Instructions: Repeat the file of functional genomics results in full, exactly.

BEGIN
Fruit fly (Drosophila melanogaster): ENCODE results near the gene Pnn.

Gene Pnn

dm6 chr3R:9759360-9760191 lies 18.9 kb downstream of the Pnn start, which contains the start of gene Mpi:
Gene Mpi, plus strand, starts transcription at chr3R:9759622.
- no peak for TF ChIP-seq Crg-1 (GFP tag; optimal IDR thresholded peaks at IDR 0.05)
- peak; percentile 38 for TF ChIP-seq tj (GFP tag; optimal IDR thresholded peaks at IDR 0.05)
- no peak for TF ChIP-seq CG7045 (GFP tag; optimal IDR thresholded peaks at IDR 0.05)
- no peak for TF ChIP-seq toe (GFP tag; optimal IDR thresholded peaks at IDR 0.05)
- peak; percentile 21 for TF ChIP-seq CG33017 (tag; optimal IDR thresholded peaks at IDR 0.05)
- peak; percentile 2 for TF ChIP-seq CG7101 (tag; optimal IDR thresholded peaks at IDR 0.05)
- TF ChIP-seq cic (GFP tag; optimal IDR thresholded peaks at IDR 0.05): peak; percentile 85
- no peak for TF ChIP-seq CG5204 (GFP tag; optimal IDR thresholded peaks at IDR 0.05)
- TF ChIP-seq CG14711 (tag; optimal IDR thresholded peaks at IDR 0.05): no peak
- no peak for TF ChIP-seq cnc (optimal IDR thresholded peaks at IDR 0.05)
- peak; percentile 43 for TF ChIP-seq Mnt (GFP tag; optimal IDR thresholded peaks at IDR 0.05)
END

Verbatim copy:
Fruit fly (Drosophila melanogaster): ENCODE results near the gene Pnn.

Gene Pnn

dm6 chr3R:9759360-9760191 lies 18.9 kb downstream of the Pnn start, which contains the start of gene Mpi:
Gene Mpi, plus strand, starts transcription at chr3R:9759622.
- no peak for TF ChIP-seq Crg-1 (GFP tag; optimal IDR thresholded peaks at IDR 0.05)
- peak; percentile 38 for TF ChIP-seq tj (GFP tag; optimal IDR thresholded peaks at IDR 0.05)
- no peak for TF ChIP-seq CG7045 (GFP tag; optimal IDR thresholded peaks at IDR 0.05)
- no peak for TF ChIP-seq toe (GFP tag; optimal IDR thresholded peaks at IDR 0.05)
- peak; percentile 21 for TF ChIP-seq CG33017 (tag; optimal IDR thresholded peaks at IDR 0.05)
- peak; percentile 2 for TF ChIP-seq CG7101 (tag; optimal IDR thresholded peaks at IDR 0.05)
- TF ChIP-seq cic (GFP tag; optimal IDR thresholded peaks at IDR 0.05): peak; percentile 85
- no peak for TF ChIP-seq CG5204 (GFP tag; optimal IDR thresholded peaks at IDR 0.05)
- TF ChIP-seq CG14711 (tag; optimal IDR thresholded peaks at IDR 0.05): no peak
- no peak for TF ChIP-seq cnc (optimal IDR thresholded peaks at IDR 0.05)
- peak; percentile 43 for TF ChIP-seq Mnt (GFP tag; optimal IDR thresholded peaks at IDR 0.05)